Keep disease guard up as flowering approaches – Vineyard – Rob Saunders, Chris Cooper
Protecting new vine growth from pests and diseases is the priority as the all-important flowering period nears ...
As Rob Saunders and Chris Cooper from Hutchinsons explain.
The dry spring may have reduced early risks from wet weather fungal diseases but other threats remain and conditions can change quickly, so it is essential growers maintain their guard.
Phomopsis is still a priority early in the season, and is best managed by protecting clusters as soon as they are visible at the 3-5 inch shoot growth stage. Mancozeb-based products are preferred, but kresoxim-methyl has also shown worthwhile efficacy.
Mancozeb is a good “dual purpose” option as it is also effective against Downy mildew, although at the time of writing, this risk is relatively low due to dry conditions.
Instead, Powdery mildew has been more of a threat. It is a “compound interest” disease, which means it can build quickly from a low base, so preventative control is essential. The disease is very difficult to tackle curatively and flowers are particularly sensitive to infection, which can lead to micro cracks in developing berries, increasing susceptibility to botrytis.
Varieties vary in Powdery mildew tolerance, with hybrids more resilient than Champagne varieties, which account for around half of UK vines.
We saw in 2019 how quickly the weather can change, when the dry April/May was followed by a wet June, then hot July, resulting in immense leaf growth as vines were flowering. Excess foliage, combined with warm, wetter conditions will increase risks from Phomopsis, Downy mildew and Botrytis, which must be prepared for.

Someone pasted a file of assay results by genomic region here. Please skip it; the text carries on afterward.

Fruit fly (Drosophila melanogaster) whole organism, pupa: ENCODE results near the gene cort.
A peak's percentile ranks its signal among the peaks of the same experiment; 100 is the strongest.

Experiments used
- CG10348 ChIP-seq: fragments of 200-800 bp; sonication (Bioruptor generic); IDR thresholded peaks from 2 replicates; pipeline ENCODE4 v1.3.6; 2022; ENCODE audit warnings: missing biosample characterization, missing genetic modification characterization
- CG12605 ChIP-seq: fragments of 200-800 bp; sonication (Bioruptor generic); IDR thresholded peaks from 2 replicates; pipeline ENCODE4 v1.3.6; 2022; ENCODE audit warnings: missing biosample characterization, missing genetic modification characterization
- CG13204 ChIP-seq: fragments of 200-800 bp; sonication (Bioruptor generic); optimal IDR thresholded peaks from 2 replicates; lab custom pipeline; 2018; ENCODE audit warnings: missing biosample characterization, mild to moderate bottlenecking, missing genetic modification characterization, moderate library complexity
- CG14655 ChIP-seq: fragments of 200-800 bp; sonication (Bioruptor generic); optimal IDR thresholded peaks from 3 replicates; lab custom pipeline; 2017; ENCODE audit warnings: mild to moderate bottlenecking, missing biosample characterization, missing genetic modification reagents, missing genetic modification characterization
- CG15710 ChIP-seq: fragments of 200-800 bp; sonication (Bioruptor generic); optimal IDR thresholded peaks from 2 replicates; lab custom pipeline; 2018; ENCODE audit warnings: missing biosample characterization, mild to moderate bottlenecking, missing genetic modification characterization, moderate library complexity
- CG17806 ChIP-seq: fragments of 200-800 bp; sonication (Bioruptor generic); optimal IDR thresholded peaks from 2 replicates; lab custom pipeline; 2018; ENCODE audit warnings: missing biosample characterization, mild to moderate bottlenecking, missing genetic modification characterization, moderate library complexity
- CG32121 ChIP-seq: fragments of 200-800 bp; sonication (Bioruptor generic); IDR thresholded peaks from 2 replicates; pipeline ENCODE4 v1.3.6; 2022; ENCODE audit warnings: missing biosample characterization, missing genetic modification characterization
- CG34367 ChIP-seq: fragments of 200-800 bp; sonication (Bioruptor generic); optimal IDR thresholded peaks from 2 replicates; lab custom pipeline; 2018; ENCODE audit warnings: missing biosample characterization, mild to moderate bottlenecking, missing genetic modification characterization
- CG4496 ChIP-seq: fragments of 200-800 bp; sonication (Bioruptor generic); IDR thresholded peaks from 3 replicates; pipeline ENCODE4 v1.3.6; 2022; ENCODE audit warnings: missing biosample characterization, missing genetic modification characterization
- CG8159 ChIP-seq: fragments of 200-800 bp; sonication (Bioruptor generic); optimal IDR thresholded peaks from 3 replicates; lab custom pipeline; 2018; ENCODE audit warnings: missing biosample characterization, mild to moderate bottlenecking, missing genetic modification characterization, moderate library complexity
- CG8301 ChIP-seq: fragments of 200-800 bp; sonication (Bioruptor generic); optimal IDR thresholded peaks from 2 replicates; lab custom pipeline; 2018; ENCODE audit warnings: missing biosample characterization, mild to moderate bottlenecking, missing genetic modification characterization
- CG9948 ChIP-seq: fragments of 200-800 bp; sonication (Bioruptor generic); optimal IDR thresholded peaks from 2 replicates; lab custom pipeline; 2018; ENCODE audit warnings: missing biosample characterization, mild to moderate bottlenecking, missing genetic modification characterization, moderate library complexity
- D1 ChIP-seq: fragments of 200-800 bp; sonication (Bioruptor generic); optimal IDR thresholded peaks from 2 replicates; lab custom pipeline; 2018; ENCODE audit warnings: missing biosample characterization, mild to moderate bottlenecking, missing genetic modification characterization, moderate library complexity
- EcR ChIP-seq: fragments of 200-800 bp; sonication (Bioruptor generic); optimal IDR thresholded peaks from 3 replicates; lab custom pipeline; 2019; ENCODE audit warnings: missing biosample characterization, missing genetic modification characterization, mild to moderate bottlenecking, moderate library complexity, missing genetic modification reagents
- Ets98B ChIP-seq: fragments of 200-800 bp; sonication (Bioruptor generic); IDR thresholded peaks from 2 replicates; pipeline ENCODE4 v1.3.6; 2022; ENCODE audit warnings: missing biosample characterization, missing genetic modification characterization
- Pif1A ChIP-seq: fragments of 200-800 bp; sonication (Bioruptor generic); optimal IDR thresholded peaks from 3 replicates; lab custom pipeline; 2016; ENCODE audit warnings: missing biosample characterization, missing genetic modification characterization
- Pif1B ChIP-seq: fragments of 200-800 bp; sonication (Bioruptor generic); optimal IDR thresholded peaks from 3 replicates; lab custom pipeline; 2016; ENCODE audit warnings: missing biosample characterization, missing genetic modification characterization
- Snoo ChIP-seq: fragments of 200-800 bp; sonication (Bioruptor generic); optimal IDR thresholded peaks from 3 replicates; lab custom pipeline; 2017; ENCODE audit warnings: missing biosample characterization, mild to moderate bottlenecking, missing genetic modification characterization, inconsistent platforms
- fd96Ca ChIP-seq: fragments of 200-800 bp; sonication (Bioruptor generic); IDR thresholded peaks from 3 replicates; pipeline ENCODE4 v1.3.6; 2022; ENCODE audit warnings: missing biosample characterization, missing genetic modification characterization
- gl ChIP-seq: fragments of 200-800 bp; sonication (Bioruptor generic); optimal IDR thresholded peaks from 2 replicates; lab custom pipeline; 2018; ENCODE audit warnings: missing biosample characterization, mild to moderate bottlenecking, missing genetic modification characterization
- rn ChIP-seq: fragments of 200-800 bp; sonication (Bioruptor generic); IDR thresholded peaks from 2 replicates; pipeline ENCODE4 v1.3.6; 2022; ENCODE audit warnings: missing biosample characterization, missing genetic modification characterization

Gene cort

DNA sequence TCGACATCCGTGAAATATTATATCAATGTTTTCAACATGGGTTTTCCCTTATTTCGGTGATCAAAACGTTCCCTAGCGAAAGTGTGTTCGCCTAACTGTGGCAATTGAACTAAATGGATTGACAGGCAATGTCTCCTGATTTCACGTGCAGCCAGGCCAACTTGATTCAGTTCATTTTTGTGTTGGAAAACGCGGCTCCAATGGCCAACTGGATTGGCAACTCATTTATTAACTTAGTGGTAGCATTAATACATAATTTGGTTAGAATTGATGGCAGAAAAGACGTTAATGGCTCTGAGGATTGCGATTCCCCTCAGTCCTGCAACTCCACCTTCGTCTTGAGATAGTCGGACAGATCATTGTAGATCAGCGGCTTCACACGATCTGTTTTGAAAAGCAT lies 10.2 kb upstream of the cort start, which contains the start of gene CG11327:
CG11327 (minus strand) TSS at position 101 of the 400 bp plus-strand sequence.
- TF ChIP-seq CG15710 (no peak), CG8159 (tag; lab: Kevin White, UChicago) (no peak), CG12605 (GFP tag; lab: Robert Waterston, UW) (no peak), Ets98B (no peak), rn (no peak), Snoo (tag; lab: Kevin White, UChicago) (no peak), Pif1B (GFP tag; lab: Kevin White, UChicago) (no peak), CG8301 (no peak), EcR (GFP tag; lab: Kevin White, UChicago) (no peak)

Botrytis usually infects plants through wounds, flowers or ripening fruit and remains the focus of most disease control programmes as flowering begins. It is best controlled with a robust, threespray strategy starting at early flowering, then mid-flowering and a final spray at late-flower.
Risk is greatest in damp, warm conditions, but is heightened by thick canopies or large amounts of under-storey weed growth, which holds moisture close to vines.
Downy mildew equally needs moisture for infection to occur, with mancozeb being the preferred option early in the season.
Managing vegetation beneath vines helps mitigate disease risk, but remember there are limits on total glyphosate use over the season, so plan applications carefully and integrate with mechanical weeding or mulches where appropriate.
An example programme may be to apply 1.5kg/ha of Roundup Powermax for the first cleanup, followed by another 1kg/ha with carfentrazoneethyl later. Carfentrazone-ethyl is also useful for burning-off suckers, rather than doing so mechanically or by hand.
Finally, consider applying a biostimulant during flowering; options among the seaweed extracts are either Maxicrop to improve leaf function or Kelpak to promote set by enhancing pollen activity, but they should not be mixed with each other, so instead consider Cultigrow, which appears to do both.
We are also starting to evaluate the Vineus range from Lallemand, particularly Pinot Pro Flowering. Based on amino acids and yeast, it is used to promote set in Pinot (and Chardonnay), reducing millerandage.
May is also the time to put out pheromone monitoring traps for Light Brown Apple Moth (LBAM) and Spotted Winged Drosophila (SWD).
LBAM risk is generally greatest along southern English coastal counties and presents the greatest threat at two key timings. The first generation of caterpillars emerge in late spring and can cause significant yield losses by feeding on primary inflorescences, while the second generation later in the year feeds on grape bunches, reducing yield and quality, and increasing botrytis risk.
There is a good range of products to control LBAM, for both conventional (e.g. indoxacarb) and organic systems, however discuss product choice with your local Hutchinsons advisor, as restrictions can apply and some options may be better reserved for SWD control later in the season.